Nick Farr is considered one of Australia’s top young winemakers, and a specialist in Australian in pinot noir. He is co-owner and winemaker of Wines by Farr, which he runs alongside his father, the legendary Gary Farr. Like his father, Nick spent time working in different wine regions around the world, before returning home to the Moorabool Valley in Australia. Nick’s experience at renowned vineyards such as Cristom in Oregon, Au Bon Climat in California and Domain Dujac in Burgundy helped to shape his winemaking philosophy and style. Nick is also the winemaker and owner of his own brand, Farr Rising.
Karen MacNeil interviewed Nick Farr for WineSpeed in October 2019.
Karen MacNeil: How old were you when you tasted your first wine and who gave it to you?
Nick Farr: The first that l remember would be in 1990 by Roz Seysses, co-owner of Domain Dujac, at age 10 in Burgundy. It was my dad, Gary Farr, serving me.
KM: What wines did you taste at the beginning of your career that you feel deeply influenced your perception of wine?
NF: 1994 Bannockburn Serre Pinot Noir and Clos St. Denis from Domaine Dujac.
KM: You live and work in the Moorabool Valley of Victoria. What other wine region inspires you the most and why?
NF: l find that there are two or three producers in most regions of the world that are interesting. However, Oregon is a region outside of Burgundy that is of special interest to me because of the high quality pinot noir there.
KM: Do you have any big projects coming up that you are excited about? What’s ahead for you in the next five years or so?
NF: The next five years will consist of greater detail in the vineyards and a focus on a greater understanding of the sites, even though our family have worked the soils in this valley for 40 years. The Cote site that both the GC (Gary Charles) chardonnay and RP (Robyn Pamela) pinot noir are taken from are showing huge potential because of their understated power and mineral freshness. Every year is an exciting new project, where we are evolving with our site because of either vintage conditions or another year’s vine maturity.
KM: Tell us a bit about why you work with native yeasts and whole cluster fermentation.
NF: I don’t know why a winemaker wouldn’t use the native yeast that has come into the winery on the fruit that comes from the site where it was grown. I believe these yeasts are best in tune with the fruit itself to achieve the aromas, fruit expression, density and length which we hope are individual to our site with its aspect and soil types. I think the word is a bit over-used, but it is natural. The greatest expression of a soil and site comes when as little as possible is manipulated during the winemaking processes. The best wines of the world do not need to speak about how the fruit has been grown or how the wine has been made.
Whole bunch fermentation creates elegance and finesse in a region like the Moorabool Valley, where robustness and structure can often be quite heavy. What we are chasing is the intercellular fermentation of the berries before the seal of berry and stem is broken. Whole cluster fermentation also leads to lighter extraction.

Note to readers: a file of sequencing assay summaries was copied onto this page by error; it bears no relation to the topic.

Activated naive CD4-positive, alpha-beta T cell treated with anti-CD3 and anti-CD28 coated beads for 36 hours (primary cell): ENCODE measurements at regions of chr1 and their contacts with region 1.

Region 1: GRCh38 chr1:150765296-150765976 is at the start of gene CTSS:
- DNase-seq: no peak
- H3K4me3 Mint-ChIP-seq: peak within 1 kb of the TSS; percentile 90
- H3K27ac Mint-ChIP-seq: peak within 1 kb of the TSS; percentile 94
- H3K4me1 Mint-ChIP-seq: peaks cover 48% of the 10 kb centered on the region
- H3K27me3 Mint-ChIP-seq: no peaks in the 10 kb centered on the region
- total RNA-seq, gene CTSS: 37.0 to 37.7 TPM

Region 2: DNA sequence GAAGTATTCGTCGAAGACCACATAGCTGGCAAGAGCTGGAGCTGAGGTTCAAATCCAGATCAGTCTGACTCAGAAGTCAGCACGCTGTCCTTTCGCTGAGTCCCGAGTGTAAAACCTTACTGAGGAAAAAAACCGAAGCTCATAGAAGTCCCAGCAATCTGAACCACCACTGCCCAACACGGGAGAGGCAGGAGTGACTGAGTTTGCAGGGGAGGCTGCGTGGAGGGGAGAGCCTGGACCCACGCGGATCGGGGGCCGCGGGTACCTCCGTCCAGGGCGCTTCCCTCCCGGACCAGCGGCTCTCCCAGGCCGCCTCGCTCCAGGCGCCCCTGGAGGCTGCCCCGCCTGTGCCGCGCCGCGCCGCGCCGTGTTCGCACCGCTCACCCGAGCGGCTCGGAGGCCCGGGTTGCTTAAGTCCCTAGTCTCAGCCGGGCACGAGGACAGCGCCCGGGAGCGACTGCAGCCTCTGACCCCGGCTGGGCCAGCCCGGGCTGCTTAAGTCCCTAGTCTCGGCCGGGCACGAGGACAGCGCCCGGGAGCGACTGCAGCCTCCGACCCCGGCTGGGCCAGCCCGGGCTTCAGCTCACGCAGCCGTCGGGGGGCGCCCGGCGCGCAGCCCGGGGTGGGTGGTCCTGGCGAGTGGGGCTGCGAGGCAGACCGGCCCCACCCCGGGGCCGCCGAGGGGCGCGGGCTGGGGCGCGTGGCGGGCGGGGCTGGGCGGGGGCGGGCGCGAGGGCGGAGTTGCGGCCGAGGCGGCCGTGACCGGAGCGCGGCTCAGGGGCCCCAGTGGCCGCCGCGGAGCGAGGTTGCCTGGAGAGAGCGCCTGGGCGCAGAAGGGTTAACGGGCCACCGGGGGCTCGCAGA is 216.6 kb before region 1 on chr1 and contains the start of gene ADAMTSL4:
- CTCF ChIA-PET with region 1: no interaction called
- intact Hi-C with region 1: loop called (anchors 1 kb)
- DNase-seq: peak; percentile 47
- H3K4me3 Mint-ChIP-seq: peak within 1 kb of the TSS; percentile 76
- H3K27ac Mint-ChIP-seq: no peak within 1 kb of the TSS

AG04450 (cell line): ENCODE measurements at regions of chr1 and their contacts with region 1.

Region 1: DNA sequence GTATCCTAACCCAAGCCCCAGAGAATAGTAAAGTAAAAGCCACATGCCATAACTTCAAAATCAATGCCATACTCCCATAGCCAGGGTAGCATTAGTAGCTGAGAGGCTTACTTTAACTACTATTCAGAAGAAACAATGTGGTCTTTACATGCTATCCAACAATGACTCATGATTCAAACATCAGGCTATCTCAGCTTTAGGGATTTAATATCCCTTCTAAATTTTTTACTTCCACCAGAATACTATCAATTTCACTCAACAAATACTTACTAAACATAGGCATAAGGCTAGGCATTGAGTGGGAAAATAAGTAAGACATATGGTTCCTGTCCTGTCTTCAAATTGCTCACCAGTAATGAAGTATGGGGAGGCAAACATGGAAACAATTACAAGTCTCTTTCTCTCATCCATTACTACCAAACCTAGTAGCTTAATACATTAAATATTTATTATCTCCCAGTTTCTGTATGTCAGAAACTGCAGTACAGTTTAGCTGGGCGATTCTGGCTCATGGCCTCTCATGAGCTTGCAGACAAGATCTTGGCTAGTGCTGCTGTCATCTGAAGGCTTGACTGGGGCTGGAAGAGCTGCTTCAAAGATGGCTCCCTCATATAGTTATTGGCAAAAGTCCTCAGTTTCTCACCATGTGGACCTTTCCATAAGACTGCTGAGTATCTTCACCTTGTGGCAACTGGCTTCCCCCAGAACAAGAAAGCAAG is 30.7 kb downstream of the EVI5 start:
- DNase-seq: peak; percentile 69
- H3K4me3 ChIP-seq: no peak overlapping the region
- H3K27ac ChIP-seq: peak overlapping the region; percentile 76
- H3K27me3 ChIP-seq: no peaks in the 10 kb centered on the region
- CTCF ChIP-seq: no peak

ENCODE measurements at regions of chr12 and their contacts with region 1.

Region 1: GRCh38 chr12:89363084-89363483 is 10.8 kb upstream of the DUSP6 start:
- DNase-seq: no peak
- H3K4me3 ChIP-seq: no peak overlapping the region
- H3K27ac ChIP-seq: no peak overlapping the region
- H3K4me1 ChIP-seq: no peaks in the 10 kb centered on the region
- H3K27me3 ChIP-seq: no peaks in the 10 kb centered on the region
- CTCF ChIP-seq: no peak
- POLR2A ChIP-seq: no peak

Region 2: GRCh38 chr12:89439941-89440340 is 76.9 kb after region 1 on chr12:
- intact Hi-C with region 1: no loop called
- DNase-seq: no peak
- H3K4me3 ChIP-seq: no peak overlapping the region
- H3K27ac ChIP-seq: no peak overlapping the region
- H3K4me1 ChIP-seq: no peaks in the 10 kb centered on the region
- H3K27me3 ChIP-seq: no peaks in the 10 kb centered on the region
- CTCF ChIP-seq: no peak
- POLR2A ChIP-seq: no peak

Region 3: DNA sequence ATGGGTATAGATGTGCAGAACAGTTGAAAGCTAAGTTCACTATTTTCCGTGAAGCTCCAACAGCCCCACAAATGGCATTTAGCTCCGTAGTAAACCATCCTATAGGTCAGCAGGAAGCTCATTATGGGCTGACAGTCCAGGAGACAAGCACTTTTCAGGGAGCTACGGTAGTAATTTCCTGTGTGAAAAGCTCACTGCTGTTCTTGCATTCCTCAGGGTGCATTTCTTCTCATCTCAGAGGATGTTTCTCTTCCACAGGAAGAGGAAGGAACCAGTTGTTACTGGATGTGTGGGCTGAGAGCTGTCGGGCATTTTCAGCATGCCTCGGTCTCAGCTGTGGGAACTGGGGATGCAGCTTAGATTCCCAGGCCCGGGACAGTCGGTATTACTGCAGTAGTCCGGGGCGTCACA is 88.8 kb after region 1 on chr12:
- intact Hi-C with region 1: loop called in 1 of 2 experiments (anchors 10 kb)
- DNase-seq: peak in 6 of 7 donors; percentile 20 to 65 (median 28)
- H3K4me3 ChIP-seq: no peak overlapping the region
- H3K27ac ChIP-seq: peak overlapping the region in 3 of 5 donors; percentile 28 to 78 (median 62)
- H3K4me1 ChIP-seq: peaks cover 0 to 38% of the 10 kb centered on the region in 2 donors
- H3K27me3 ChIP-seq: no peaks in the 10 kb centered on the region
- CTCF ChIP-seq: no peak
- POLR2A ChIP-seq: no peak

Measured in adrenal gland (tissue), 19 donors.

“The best wines of the world do not need to speak about how the fruit has been grown or how the wine has been made.”
KM: Do you think your children will follow in your footsteps and work with you at the winery?
NF: I hope that one of my two children may develop the passion for the industry, but it would not be the end of the world for me if they don’t. This industry has been very successful for me personally, but l am excited to see what their passions will be. That said, my children will certainly be well schooled in how to grow and maintain plant life.
KM: How often do you drink your own wine?
NF: More often than not. I believe in our wines and these are the styles of wines that my family like to drink. The fact that other people also enjoy our wines is a bonus.
KM: Who in the Australian wine industry has been your biggest inspiration?
NF: Gary Farr, my father. It has been a journey for 20 years as well as an apprenticeship, that in my eyes, will not finish until he has left the building!
It is priceless to have him continue to visit the winery and share his knowledge of viticulture and his winemaking philosophies. If he doesn’t say anything, we must be doing something he likes. There have also been great supporters that l can call on at any time such as: Larry McKenna of Escarpment, New Zealand; Neil Pike of Pikes, Clare Valley; Sam Middleton of Mount Mary, Yarra Valley; and the Seysses family at Domaine Dujac.
KM: What is the last wine book you read and was it good?
NF: I haven’t read a wine book. I read articles on soil maintenance and health. The last book I read though, was tennis star Andre Agassi’s autobiography.
KM: Which grape has taught you the most and what did it teach you?
NF: Gamay. Lazy winemaking, being able to remove yourself from the equation, and allowing the ferment through carbonic maceration to dictate the palate, texture and length of the wine can teach you a lot. With carbonic maceration, there’s no need to use SO2 because of the dissolved CO2 in the wine create by the carbonic fermentation. The extraction happens under its own weight of fruit as it slowly breaks down. Seeing our gamay evolve for the last 5 years has certainly made me question my extraction of pinot noir and time on skins as well as the amount of SO2 being used at particular times in the wines’ life. But, ultimately it still comes down to growing the healthiest and thickest skinned fruit l can naturally, so that extraction is not forced to create a wine that isn’t there to be found.
KM: If you aren’t drinking wine, what is in your glass?
NF: Rogue Society Gin from New Zealand. And beer, lots of it. At present, Swell Brewing Company in McLaren Vale is one of my favorites.